- 8:00 PM Meet Me In St. Louis (1944)
Young love and childish fears highlight a year in the life of a turn-of-the-century family. Cast: Judy Garland, Margaret O'Brien, Mary Astor. Dir: Vincente Minnelli. C-113 mins
10:00 PM Love Finds Andy Hardy (1938)
A small-town boy tries to juggle two girlfriends at once. Cast: Mickey Rooney, Lewis Stone, Judy Garland. Dir: George B. Seitz. BW-91 mins
I confess that I've been waiting for this movie to come up in TCM's rotation since the last time I watched it, because while I love it dearly, there are a few things about it that bug me every time. Finally, a chance to complain!
The first one comes very early in the movie, when little Tootie (the fantastic Margaret O'Brien) tells the ice man that her ailing doll -- the one with four fatal diseases -- will be buried in "a cigar box" her father gave her. It's a sweet period detail, but I'm always distracted by the fact that the doll she's holding is much too big to fit in a cigar box. A milk crate would do the job, but not a cigar box, unless she plans to feed it through a wood-chipper first (and I wouldn't put that past Tootie). Shouldn't someone have noticed this discrepancy during shooting?
My other, larger objection is that the girls' Halloween prank and its fallout are confusing and convoluted. I've seen the movie many times, and I still have trouble following the whole sequence of events. Let me see if I have it right: Agnes and Tootie left a dress, stuffed to look like a dead body, on the streetcar tracks and then hid to watch the crash they hoped would result. When the car went off its cable and the police showed up to investigate, John Truitt pulled the girls into a side street so the police wouldn't catch them. But they struggled to get away from him -- why? So they wouldn't miss the excitement? And John somehow managed to belt Tootie in the mouth in his attempt to hold her back? The movie is completely caught up in Tootie's dramatization of the event ("He tried to kill me!") and Esther's overreaction ("If there's anything I hate, loathe, despise and abominate, it's a bully!") -- and I love all of that. But the explanation of what really happened is rushed, and the audience is left to put together a timeline without many details. Even if you can follow it all as it unfolds, you still have to wonder: Why aren't Agnes and Tootie punished for their attempt to derail a streetcar? Rose likes to exaggerate, yes, but when she tells them they "might have killed dozens of people," she's absolutely right. Esther denounces them, but then she runs off to make up with John, and never gives Tootie the scolding she deserves for lying about his role in the proceedings. And why doesn't Mrs. Smith tell Mr. Smith about the girls' little joke? If Tootie gets a spanking for leaving her roller skate where Papa might trip over it, surely she ought to get a cross word when she leaves a faux corpse in the path of a streetcar.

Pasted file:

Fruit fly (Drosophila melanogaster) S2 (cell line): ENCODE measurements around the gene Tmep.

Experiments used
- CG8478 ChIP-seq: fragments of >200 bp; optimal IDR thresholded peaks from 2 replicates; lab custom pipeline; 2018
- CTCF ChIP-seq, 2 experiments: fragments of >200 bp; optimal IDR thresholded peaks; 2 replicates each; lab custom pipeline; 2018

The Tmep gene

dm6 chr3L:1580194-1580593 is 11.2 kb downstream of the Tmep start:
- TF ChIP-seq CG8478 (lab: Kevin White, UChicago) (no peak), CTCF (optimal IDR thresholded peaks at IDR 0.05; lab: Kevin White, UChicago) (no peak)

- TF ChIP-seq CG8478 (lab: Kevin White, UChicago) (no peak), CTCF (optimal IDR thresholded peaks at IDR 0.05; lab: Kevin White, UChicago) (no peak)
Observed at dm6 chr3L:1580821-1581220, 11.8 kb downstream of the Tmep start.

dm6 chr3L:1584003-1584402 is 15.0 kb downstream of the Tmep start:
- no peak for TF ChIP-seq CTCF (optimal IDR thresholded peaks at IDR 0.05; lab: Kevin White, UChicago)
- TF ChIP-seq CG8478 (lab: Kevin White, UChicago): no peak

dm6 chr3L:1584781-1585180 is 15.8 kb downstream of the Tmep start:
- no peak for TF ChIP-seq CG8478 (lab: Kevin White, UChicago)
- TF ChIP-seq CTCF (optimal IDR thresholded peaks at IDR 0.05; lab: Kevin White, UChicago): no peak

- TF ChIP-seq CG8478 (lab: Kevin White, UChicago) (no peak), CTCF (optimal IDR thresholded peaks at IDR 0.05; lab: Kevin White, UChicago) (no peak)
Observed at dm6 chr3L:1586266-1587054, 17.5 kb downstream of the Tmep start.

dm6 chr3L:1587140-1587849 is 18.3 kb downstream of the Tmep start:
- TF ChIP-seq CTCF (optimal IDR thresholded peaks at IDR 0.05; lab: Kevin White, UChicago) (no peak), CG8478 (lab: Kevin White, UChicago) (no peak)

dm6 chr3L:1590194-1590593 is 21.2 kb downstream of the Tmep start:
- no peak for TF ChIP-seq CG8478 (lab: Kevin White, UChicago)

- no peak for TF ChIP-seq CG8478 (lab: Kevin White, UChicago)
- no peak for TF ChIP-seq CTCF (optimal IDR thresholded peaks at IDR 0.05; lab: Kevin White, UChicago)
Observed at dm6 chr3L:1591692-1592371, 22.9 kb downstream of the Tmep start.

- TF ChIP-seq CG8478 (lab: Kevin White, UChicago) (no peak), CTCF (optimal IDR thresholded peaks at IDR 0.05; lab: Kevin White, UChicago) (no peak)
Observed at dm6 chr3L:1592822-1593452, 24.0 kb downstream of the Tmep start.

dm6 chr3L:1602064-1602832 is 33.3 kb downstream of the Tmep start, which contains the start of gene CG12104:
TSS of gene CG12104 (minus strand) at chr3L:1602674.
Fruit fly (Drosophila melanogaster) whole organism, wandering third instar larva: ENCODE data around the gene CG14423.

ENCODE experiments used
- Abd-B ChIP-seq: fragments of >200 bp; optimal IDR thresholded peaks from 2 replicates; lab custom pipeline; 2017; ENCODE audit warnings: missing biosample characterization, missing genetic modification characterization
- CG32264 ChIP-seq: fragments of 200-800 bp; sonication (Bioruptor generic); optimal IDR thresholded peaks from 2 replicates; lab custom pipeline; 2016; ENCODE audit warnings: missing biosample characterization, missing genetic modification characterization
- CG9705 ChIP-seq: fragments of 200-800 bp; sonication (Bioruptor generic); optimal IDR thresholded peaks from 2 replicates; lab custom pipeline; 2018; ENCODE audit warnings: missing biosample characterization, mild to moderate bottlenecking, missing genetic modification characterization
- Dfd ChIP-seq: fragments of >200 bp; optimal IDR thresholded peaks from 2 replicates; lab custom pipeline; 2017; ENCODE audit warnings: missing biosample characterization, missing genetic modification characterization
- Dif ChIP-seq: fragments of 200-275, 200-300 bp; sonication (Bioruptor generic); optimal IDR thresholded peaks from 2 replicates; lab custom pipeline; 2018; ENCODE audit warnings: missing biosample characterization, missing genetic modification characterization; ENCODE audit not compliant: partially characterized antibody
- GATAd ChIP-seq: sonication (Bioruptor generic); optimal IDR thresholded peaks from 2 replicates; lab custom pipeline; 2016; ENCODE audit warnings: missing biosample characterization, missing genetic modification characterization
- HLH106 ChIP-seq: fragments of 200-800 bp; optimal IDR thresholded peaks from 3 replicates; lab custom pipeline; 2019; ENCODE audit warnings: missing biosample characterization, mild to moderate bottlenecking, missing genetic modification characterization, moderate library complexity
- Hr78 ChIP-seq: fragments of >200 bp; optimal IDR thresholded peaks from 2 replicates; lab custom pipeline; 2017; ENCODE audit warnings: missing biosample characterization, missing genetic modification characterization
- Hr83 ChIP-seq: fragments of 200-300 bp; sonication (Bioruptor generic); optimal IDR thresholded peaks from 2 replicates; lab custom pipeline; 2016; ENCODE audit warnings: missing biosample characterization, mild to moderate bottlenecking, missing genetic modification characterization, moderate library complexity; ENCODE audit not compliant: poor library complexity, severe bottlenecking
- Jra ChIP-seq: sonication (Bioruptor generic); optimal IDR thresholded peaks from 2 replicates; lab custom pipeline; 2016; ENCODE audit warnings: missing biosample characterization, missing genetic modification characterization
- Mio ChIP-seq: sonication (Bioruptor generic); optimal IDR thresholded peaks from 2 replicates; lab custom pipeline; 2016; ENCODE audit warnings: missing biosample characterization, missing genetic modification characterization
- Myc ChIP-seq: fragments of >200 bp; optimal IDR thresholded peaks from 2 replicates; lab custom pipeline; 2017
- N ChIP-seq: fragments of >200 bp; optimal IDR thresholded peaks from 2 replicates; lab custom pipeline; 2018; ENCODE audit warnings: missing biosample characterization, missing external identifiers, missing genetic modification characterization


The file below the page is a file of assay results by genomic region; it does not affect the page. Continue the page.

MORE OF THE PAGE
Wow, I feel much better now that I've gotten all that off my chest. The follow-up flick, Love Finds Andy Hardy, is nowhere near as good -- as you can easily guess if you've ever seen any of the Hardy films. But it's still entertaining for Judy fans, as long as you're not expecting it to make sense. The plot is so ragged, it seems like they must have been making it up as they went along; one crisis after another is played up way beyond its actual significance, with everyone stressing over a completely solvable problem, and then it's dropped suddenly with no real resolution. It's like they took several traditional sitcom plots and smashed them together, and forgot to write actual endings for any of them. Even the title is inaccurate: there is nothing like "love" in this movie. The teenage couples actually model pretty unhealthy relationships, if you ask me: the girls are demanding, dull and not very affectionate, and the boys, burdened by the task of having to entertain these difficult females, respond with near-constant prevaricating. Why the boys are so extremely invested in pursuing and protecting these unhealthy relationships is a total mystery, since not even the most innocent whiff of sexual attraction is permitted.